J Jefferson Farjeon at home in 1953
booksBooksellers say readers are turning away from modern thrillers and back to golden age of crime writing
Arts and Entertainment
Female fans want more explicit male sex in Game of Thrones, George R R Martin says

film George RR Martin owns a cinema in Santa Fe

Arts and Entertainment
Clued up: John Lynch and Gillian Anderson in ‘The Fall’

TV review

PROMOTED VIDEO
Arts and Entertainment
Rhys says: 'I'm not playing it for laughs, but I have learnt that if you fall over on stage, people can enjoy that as much as an amazing guitar solo'
musicGruff Rhys on his rock odyssey, and the trouble with independence
Arts and Entertainment
Krysia and Daniel (Hand out press photograph provided by Sally Richardson)
How do today's composers answer the challenge of the classical giant?
Have you tried new the Independent Digital Edition apps?
Arts and Entertainment

ebooksNow available in paperback
Arts and Entertainment

ebooks
News
Shenaz Treasurywala
film
News
tv
Arts and Entertainment
Jason Watkins as Christopher Jefferies
tv
Arts and Entertainment
Star Wars Director JJ Abrams: key character's names have been revealed
film
Arts and Entertainment
Pharrell Williams won two BBC Music Awards for Best Song and International Artist
music
Arts and Entertainment
Mark, Katie and Sanjay in The Apprentice boardroom
TV
Arts and Entertainment

Film The critics but sneer but these unfashionable festive films are our favourites

Arts and Entertainment
Frances O'Connor and James Nesbitt in 'The Missing'

TV We're so close to knowing what happened to Oliver Hughes, but a last-minute bluff crushes expectations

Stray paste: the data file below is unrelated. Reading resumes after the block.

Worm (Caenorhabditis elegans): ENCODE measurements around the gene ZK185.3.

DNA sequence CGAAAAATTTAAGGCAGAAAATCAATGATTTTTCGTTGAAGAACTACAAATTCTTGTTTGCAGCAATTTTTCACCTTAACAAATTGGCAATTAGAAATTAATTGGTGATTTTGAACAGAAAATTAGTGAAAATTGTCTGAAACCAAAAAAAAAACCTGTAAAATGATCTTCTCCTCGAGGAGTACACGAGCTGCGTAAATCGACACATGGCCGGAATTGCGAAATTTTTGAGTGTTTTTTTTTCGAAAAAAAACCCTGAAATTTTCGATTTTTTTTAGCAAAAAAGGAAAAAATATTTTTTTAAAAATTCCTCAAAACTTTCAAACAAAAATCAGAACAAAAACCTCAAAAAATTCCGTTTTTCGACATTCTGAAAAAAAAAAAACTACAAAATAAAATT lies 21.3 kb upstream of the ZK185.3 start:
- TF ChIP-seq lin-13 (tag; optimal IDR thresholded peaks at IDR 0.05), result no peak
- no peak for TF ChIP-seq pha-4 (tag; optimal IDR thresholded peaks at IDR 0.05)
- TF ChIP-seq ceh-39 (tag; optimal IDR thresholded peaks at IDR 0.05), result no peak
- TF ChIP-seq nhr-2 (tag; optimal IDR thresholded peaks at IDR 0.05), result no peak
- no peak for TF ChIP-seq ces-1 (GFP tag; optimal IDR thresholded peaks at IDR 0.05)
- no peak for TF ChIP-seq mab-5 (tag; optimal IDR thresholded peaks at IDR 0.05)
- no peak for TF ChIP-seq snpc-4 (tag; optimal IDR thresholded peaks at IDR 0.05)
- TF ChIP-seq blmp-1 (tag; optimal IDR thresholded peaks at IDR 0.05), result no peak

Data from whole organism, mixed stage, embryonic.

Arts and Entertainment
Joey Essex will be hitting the slopes for series two of The Jump

TV

Who is taking the plunge?
Arts and Entertainment
Katy Perry as an Ancient Egyptian princess in her latest music video for 'Dark Horse'

music
Arts and Entertainment
Dame Judi Dench, as M in Skyfall

film
Arts and Entertainment
Morrissey, 1988

TV
Latest stories from i100
Have you tried new the Independent Digital Edition apps?

ES Rentals

    Independent Dating
    and  

    By clicking 'Search' you
    are agreeing to our
    Terms of Use.

    Surrounded by high-rise flats is a little house filled with Lebanon’s history - clocks, rifles, frogmen’s uniforms and colonial helmets

    Clocks, rifles, swords, frogmen’s uniforms

    Surrounded by high-rise flats is a little house filled with Lebanon’s history
    Return to Gaza: Four months on, the wounds left by Israel's bombardment have not yet healed

    Four months after the bombardment, Gaza’s wounds are yet to heal

    Kim Sengupta is reunited with a man whose plight mirrors the suffering of the Palestinian people
    Gastric surgery: Is it really the answer to the UK's obesity epidemic?